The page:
November 1994

Anal Intercourse Among Preadolescent and Early Adolescent Low-Income Urban African-Americans

Author Affiliations

From the Department of Pediatrics (Drs Stanton, Li, Black, and Ricardo and Ms Galbraith) and the Center for Minority Health Research (Drs Stanton, Li, and Ricardo), University of Maryland, Baltimore.

Arch Pediatr Adolesc Med. 1994;148(11):1201-1204. doi:10.1001/archpedi.1994.02170110087015

Objective:  The purpose of this study, which was conducted as part of a larger study on adolescent risk behaviors, was to determine the frequency of anal intercourse among preadolescent and early adolescent youths.

Design:  Survey.

Subjects:  Three hundred fifty-one low-income urban African-American youths aged 9 to 15 years.

Main Outcome Measures:  A questionnaire assessing self-reported acquired immunodeficiency syndrome-risk behaviors was administered via a "talking" computer. The outcome measure was anal intercourse.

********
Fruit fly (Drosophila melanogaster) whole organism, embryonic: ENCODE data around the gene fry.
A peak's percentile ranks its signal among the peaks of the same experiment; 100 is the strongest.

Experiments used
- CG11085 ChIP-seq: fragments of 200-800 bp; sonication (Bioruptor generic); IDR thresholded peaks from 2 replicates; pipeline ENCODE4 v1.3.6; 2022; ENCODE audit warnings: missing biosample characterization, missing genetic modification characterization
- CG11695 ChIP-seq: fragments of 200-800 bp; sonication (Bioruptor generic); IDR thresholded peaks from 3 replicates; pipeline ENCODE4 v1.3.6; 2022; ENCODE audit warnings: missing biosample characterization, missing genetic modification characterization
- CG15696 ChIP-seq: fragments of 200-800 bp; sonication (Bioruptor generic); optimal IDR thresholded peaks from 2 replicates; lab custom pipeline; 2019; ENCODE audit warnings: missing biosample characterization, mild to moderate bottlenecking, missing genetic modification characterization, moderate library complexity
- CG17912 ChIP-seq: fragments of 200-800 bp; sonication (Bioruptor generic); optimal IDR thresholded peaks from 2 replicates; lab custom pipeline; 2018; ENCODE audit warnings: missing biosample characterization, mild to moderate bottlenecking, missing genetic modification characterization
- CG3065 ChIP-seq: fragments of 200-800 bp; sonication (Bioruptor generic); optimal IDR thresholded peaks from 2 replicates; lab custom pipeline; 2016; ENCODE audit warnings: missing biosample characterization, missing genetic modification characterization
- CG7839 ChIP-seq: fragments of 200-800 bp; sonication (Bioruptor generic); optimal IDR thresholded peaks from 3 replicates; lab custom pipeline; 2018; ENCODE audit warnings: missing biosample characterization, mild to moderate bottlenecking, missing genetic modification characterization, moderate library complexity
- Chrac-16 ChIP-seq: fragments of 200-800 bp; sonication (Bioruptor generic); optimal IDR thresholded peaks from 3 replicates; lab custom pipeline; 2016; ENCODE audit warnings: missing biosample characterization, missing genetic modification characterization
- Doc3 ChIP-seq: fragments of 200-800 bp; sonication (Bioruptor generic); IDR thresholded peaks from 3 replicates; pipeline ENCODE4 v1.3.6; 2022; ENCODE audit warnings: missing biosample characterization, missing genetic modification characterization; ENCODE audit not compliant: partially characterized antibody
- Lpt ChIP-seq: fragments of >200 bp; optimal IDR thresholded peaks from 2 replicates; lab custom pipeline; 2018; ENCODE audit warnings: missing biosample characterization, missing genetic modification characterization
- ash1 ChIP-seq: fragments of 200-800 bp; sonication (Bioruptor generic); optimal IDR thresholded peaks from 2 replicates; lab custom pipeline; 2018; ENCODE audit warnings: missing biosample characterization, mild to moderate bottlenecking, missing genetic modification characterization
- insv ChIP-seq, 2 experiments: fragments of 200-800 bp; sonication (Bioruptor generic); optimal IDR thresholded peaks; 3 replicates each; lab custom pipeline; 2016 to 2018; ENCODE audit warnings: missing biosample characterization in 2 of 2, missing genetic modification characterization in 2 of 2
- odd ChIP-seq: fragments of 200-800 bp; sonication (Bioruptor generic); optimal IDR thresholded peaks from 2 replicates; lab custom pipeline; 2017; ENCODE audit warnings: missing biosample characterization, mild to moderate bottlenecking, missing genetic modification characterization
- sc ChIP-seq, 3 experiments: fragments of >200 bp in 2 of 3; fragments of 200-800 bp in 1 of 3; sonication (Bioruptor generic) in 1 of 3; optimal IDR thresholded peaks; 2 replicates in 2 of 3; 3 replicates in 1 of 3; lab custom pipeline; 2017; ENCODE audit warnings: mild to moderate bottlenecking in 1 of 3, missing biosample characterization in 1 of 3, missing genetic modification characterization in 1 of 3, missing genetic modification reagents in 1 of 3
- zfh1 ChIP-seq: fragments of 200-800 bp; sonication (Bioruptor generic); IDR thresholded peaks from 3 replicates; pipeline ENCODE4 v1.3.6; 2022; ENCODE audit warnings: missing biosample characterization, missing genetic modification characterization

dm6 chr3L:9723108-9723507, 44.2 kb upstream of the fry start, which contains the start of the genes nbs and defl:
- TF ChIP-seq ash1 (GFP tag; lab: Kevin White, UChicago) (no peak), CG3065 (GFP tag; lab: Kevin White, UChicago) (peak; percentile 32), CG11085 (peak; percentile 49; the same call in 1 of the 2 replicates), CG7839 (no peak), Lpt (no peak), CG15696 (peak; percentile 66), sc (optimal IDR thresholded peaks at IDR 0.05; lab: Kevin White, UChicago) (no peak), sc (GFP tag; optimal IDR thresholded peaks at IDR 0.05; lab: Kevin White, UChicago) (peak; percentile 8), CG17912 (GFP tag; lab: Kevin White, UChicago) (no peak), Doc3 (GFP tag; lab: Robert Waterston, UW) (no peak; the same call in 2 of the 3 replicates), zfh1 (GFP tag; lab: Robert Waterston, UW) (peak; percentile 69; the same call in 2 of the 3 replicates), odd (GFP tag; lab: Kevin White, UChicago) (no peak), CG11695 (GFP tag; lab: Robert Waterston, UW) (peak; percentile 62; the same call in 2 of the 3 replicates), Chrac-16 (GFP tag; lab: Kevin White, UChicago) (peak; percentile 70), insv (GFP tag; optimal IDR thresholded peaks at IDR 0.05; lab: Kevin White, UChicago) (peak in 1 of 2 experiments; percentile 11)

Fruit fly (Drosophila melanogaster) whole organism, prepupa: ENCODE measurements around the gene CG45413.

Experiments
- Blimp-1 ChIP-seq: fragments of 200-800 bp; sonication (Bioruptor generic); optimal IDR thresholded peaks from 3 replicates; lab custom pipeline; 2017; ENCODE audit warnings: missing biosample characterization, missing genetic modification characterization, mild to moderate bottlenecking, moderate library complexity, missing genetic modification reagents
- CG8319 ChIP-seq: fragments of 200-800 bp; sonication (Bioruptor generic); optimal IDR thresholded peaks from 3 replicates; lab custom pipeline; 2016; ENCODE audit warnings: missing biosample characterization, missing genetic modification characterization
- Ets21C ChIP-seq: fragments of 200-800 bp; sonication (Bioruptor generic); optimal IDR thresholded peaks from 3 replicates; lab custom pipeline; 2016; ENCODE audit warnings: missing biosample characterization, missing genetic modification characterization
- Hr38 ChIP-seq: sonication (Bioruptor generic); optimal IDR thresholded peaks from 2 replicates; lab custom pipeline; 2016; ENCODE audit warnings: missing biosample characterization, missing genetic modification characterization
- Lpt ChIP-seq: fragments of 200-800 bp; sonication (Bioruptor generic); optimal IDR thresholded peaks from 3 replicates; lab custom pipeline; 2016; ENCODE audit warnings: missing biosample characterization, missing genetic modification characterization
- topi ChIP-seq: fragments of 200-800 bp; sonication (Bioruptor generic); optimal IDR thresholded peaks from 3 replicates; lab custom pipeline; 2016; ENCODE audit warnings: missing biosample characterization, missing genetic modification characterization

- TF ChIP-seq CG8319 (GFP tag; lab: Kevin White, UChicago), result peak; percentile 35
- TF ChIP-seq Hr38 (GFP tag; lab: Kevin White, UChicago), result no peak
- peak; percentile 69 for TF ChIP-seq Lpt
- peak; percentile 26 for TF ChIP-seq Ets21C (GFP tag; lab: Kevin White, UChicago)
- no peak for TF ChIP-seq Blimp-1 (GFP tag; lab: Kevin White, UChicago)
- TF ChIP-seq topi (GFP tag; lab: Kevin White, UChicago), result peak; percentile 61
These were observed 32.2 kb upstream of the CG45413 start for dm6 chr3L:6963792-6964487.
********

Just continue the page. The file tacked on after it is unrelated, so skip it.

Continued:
Results:  Of the 137 youths (39%) who had engaged in any sexual intercourse (vaginal or anal), 50 (36%) had engaged in anal intercourse, including 41(35%) sexually active boys and nine (43%) sexually active girls. Youths who had engaged in anal intercourse were significantly more likely to report having been sexually molested and having engaged in several delinquent behaviors than were virgins or youths who had engaged in coitus only.

Conclusions:  Efforts at preventing acquired immunodeficiency syndrome that target low-income urban African-American early adolescents should include the highrisk nature of anal intercourse.(Arch Pediatr Adolesc Med. 1994;148:1201-1204)